Ooyala and Futuresource combined forces to produce a research report on keys to improve OTT, broadcast and production tasks. Image: Ooyala
One could walk the halls of NAB 2017 and be greeted with plenty of glitzy cameras, lights and examples of 4K and HDR-enabled technology. Clearly dual themes of 4K/UHD and HDR were predominant. But another, no less important, theme was being highlighted in the metadata-focused booths.
Metadata doesn’t carry the same glamorous flash as other technology. But for C-level managers looking for new tools to improve profitability and content throughput, Metadata is the oil that can make the video systems sing.
More, Faster, Cheaper
Those three terms might be the mantra from any executive heading up a production house, sports or TV network. The smart ones realize that broadcasters need to create, process and transmit more content and a variety of content to multiple platforms—all more efficiently.
Echoing these pressures is a just-released study from Ooyala and Futuresource. Titled, “The Lifecycle of Content—From Production to Monetization,” the white paper looks at what viewers want and how metadata can help deliver it to them.
The continued rise of multiplatform content consumption (TVs, tablets, phones, streaming) means OTT and other broadcasters need to know more about their audiences including viewers’ preferences in programming, formats and platforms.
The research, which included input from both traditional and new media operators across multiple geographies, identifies common concerns and challenges due to the new era of TV and its digital transformation to over-the-top (OTT) delivery. All participants agree OTT is necessary to match audience demands and grow video businesses. However, the study cites new pressures on finance and resources.
Primary challenges include:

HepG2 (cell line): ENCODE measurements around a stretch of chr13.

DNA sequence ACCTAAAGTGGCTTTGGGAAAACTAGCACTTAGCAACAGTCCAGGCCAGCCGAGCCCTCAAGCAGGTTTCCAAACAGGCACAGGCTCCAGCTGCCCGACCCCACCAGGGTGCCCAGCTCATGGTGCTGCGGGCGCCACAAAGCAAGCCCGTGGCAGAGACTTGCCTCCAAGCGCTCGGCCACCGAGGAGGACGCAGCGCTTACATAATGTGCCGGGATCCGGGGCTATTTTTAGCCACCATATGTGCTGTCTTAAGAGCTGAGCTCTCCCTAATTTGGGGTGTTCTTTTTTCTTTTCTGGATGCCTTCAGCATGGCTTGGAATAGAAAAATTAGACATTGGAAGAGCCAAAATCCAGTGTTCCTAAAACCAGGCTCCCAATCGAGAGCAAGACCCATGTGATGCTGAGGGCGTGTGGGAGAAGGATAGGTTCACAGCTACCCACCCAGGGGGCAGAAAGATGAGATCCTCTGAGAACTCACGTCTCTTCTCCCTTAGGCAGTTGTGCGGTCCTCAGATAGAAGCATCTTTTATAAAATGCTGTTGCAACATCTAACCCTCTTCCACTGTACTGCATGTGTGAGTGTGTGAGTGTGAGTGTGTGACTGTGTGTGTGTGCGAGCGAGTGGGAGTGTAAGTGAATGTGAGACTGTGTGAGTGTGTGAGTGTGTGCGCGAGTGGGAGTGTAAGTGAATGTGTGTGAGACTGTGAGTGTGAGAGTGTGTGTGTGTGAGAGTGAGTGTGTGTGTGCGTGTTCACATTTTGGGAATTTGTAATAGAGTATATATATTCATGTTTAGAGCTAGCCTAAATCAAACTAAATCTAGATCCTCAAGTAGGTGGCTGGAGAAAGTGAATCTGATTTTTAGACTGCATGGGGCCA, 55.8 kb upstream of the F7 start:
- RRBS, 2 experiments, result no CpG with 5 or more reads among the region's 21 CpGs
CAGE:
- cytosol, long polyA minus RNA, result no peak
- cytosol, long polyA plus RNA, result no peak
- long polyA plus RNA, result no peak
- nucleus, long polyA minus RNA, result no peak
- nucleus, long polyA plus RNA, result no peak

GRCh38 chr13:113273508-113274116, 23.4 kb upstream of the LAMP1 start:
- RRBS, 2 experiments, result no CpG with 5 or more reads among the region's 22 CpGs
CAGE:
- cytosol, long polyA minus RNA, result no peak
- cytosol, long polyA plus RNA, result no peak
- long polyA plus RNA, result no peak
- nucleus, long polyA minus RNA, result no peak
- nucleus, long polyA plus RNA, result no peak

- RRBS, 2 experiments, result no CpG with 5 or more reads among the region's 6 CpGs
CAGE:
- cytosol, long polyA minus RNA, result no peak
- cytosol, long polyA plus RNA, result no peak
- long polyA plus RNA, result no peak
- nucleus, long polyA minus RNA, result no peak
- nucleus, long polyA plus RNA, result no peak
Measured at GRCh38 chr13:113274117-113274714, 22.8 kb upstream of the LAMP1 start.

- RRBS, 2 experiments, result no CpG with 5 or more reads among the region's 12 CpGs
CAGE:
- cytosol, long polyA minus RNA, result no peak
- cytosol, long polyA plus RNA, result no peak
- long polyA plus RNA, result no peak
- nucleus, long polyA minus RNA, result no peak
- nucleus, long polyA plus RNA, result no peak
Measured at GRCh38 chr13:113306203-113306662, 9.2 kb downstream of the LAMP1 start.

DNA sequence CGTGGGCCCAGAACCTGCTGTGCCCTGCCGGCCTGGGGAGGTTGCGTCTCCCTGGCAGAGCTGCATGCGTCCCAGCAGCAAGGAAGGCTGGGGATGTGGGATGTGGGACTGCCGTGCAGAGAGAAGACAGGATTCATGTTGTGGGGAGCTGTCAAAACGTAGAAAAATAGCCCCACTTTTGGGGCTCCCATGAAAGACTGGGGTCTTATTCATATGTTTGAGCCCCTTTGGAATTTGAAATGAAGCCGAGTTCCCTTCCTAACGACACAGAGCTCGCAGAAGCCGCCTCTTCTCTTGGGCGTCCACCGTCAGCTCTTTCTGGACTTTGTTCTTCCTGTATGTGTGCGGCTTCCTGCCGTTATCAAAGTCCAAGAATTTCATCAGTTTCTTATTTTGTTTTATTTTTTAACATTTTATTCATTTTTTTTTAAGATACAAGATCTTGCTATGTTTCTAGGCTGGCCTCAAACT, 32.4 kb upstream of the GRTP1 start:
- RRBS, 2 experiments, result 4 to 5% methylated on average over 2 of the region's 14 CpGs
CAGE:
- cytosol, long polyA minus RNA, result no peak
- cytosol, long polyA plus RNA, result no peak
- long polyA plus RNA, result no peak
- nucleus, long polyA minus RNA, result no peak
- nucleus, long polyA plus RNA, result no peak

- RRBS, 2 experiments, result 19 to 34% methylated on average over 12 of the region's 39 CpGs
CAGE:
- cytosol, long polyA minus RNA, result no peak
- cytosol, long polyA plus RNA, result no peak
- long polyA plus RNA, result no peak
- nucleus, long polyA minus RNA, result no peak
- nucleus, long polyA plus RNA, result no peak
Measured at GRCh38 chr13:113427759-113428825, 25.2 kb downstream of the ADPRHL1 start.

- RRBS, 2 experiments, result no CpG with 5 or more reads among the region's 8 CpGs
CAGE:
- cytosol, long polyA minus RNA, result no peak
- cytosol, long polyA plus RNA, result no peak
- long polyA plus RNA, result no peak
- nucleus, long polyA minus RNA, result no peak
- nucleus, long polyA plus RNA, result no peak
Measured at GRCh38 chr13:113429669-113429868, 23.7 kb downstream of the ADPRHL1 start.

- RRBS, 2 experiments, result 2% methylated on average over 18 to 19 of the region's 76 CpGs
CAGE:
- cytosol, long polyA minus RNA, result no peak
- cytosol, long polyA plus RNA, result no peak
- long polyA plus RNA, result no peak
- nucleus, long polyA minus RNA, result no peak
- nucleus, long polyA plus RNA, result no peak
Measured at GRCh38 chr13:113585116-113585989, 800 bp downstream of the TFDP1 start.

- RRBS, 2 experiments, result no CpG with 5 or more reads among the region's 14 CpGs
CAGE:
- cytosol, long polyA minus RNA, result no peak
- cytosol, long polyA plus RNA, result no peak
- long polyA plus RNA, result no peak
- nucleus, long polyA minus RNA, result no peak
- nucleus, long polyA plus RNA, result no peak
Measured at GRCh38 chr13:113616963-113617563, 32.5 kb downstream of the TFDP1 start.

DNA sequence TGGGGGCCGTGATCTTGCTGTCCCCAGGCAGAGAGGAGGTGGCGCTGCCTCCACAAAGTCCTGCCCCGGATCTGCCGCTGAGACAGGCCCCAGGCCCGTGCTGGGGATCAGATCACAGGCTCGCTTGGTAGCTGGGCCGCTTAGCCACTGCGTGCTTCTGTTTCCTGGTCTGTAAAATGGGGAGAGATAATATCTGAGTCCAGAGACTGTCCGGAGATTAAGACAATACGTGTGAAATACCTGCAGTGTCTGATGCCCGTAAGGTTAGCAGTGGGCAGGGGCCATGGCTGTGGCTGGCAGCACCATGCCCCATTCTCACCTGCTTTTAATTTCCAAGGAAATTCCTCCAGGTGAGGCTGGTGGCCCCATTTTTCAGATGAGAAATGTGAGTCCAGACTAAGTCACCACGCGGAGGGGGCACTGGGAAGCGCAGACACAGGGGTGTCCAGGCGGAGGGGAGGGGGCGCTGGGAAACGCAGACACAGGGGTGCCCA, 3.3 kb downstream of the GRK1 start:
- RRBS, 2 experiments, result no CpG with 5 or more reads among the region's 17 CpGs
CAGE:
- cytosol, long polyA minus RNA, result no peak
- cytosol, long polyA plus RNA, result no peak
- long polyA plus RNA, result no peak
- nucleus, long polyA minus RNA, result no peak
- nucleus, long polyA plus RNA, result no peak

●The integration of, and interoperability between, new and legacy infrastructure
●The need to produce more with limited or no increase in investment or ongoing spend
●The management and distribution of an ever-rising number of OTT video endpoints
●The lack of standardization and automation of metadata
●The under utilization of metadata to improve experiences, enable personalization and, subsequently, achieve greater monetization
All of these issues were addressed in various forms, formats and solutions at NAB 2017.This study brings many of those viewpoints into a clearer focus.
New audience demands
Let there be no mistake, the TV industry is transitioning to serve a more aware and demanding audience. These viewers are no longer satisfied with the old ways, siloed content, linear programming and text-centric, gridded program guides. Throw out the old rule book, it is no longer relevant or sufficient. While the old ways continue support a successful business. But for how long?
With only a handful of exceptions across the globe, pay-TV subscription revenues have continued to rise, performing well through times of recession and, to date, remaining relatively robust against the tide of online video services. Source: Futuresource’s Global Pay-TV Insights Service
OTT video services are rising in popularity across all world. That uptake is driven by ubiquitous consumer access, connected devices and continually rising broadband speeds all of which fuels consumer appetite. This rate of uptake has for many broadcasters resulted in a requirement to rapidly adapt and upgrade existing systems, often with time and budget constraints.
But the OTT train is gathering further momentum and popularity, especially among younger demographics. These new viewing habits are beginning to match that of older-form linear and scheduled broadcast viewing. All of this has been, and continues to be, influenced by the Netflix revolution.
If someone says, Linear TV viewers are dying off. It’s true. Compare the percentage of three viewer age groups in the chart below. Note that 65% of viewers >56yrs old watch linear TV. Yet, only 31% of viewers aged 16-35 watch linear TV. Which audience will grow?
The OTT train is gathering further momentum with its popularity among younger demographics beginning to match that of scheduled broadcast viewing. Source: Futuresource’s Online Consumer Survey Program: Living with Digital
We have to do more, but with fewer resources
As OTT services migrate to increased distribution of live programming, especially highly visible sports,the pressures to change the way video and businesses are processed and managed must change.